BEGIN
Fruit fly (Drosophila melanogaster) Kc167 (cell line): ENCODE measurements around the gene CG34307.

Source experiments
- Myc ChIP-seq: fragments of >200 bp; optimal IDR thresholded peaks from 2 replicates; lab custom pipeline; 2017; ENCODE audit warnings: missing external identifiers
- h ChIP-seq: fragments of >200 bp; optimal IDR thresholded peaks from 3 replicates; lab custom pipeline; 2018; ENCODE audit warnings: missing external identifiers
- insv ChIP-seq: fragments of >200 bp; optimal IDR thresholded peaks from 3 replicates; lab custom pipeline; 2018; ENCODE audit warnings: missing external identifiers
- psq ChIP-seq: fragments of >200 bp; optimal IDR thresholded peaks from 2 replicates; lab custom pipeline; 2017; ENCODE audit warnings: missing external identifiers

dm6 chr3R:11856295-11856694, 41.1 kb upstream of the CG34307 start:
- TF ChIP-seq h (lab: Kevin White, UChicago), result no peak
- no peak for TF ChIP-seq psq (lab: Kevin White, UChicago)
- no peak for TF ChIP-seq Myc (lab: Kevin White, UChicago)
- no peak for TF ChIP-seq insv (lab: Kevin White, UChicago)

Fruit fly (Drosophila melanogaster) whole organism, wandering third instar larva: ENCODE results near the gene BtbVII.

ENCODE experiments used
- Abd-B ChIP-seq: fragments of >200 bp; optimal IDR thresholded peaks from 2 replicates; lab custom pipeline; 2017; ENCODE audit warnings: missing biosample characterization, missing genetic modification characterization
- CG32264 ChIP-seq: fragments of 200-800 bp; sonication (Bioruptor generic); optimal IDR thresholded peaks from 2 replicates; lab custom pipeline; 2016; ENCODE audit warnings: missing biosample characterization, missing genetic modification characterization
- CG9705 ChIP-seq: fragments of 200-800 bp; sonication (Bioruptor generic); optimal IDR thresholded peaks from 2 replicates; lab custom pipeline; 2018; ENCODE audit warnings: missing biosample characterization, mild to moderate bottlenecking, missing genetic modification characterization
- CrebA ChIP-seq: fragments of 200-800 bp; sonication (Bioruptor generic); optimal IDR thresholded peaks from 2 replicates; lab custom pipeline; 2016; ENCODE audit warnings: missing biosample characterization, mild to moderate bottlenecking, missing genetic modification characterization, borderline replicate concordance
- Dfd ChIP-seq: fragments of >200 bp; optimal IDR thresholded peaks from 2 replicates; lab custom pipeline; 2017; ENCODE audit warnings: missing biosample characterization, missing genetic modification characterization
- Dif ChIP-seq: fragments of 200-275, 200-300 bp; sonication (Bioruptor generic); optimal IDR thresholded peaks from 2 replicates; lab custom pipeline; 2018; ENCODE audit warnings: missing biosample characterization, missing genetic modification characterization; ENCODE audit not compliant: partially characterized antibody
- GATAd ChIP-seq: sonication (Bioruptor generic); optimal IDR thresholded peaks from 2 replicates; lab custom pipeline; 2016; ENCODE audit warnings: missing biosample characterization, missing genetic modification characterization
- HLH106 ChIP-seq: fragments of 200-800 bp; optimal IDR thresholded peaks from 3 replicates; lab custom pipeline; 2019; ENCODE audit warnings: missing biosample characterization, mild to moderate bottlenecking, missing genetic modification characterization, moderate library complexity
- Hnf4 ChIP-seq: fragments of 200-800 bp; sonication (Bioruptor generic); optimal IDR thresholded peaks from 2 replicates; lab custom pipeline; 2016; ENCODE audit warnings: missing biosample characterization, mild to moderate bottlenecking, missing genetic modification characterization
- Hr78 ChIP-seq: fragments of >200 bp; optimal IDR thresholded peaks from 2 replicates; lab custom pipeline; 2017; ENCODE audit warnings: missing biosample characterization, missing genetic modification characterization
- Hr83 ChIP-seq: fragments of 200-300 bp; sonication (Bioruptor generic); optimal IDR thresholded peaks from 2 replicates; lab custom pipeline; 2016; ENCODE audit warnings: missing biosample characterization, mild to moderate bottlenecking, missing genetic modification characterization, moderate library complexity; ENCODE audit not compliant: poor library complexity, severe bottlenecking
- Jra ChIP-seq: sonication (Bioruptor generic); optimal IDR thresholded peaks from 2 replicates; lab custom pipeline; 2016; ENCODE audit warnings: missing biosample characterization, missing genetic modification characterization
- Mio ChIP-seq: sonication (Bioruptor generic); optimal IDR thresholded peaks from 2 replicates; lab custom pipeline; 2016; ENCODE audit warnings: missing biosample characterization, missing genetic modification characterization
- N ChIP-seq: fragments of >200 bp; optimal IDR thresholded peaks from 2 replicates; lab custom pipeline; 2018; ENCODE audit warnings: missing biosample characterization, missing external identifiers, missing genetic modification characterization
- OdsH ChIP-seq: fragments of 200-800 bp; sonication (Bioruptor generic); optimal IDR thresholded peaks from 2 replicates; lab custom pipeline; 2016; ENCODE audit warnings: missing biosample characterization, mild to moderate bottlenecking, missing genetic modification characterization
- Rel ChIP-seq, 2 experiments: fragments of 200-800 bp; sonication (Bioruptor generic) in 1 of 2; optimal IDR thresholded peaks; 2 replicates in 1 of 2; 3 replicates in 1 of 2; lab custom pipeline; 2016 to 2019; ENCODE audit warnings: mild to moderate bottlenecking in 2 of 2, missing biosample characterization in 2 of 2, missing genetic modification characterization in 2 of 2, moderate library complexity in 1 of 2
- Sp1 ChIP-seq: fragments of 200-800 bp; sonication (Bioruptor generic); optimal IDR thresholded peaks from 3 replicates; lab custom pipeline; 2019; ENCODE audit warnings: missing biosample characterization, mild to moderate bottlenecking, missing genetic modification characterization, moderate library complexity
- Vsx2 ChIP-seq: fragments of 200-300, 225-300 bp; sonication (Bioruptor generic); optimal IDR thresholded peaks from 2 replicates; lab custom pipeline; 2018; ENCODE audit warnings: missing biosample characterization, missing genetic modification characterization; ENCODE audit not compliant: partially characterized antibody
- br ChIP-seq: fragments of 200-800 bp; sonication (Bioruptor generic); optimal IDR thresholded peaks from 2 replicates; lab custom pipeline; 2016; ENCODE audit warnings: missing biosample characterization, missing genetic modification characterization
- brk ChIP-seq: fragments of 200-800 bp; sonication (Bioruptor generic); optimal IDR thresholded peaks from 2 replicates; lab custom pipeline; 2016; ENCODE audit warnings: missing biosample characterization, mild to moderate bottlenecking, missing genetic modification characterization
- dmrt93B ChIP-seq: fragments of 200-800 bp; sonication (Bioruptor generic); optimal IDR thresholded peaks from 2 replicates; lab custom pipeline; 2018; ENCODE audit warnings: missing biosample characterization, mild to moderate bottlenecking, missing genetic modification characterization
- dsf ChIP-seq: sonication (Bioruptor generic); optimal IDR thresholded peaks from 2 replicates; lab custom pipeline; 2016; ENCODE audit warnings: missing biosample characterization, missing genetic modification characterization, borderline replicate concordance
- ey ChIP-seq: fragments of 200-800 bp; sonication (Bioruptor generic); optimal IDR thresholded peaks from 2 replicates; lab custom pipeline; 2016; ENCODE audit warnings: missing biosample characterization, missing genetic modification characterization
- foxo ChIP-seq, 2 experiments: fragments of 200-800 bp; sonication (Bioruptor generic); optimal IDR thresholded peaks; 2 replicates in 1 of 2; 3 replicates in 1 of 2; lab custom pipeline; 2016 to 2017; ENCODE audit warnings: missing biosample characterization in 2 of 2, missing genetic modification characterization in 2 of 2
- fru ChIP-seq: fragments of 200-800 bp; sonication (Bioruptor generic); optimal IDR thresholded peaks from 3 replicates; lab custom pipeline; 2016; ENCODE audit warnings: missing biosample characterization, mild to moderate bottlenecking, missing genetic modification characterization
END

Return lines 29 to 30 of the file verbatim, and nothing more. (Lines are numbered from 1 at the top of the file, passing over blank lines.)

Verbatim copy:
- Rel ChIP-seq, 2 experiments: fragments of 200-800 bp; sonication (Bioruptor generic) in 1 of 2; optimal IDR thresholded peaks; 2 replicates in 1 of 2; 3 replicates in 1 of 2; lab custom pipeline; 2016 to 2019; ENCODE audit warnings: mild to moderate bottlenecking in 2 of 2, missing biosample characterization in 2 of 2, missing genetic modification characterization in 2 of 2, moderate library complexity in 1 of 2
- Sp1 ChIP-seq: fragments of 200-800 bp; sonication (Bioruptor generic); optimal IDR thresholded peaks from 3 replicates; lab custom pipeline; 2019; ENCODE audit warnings: missing biosample characterization, mild to moderate bottlenecking, missing genetic modification characterization, moderate library complexity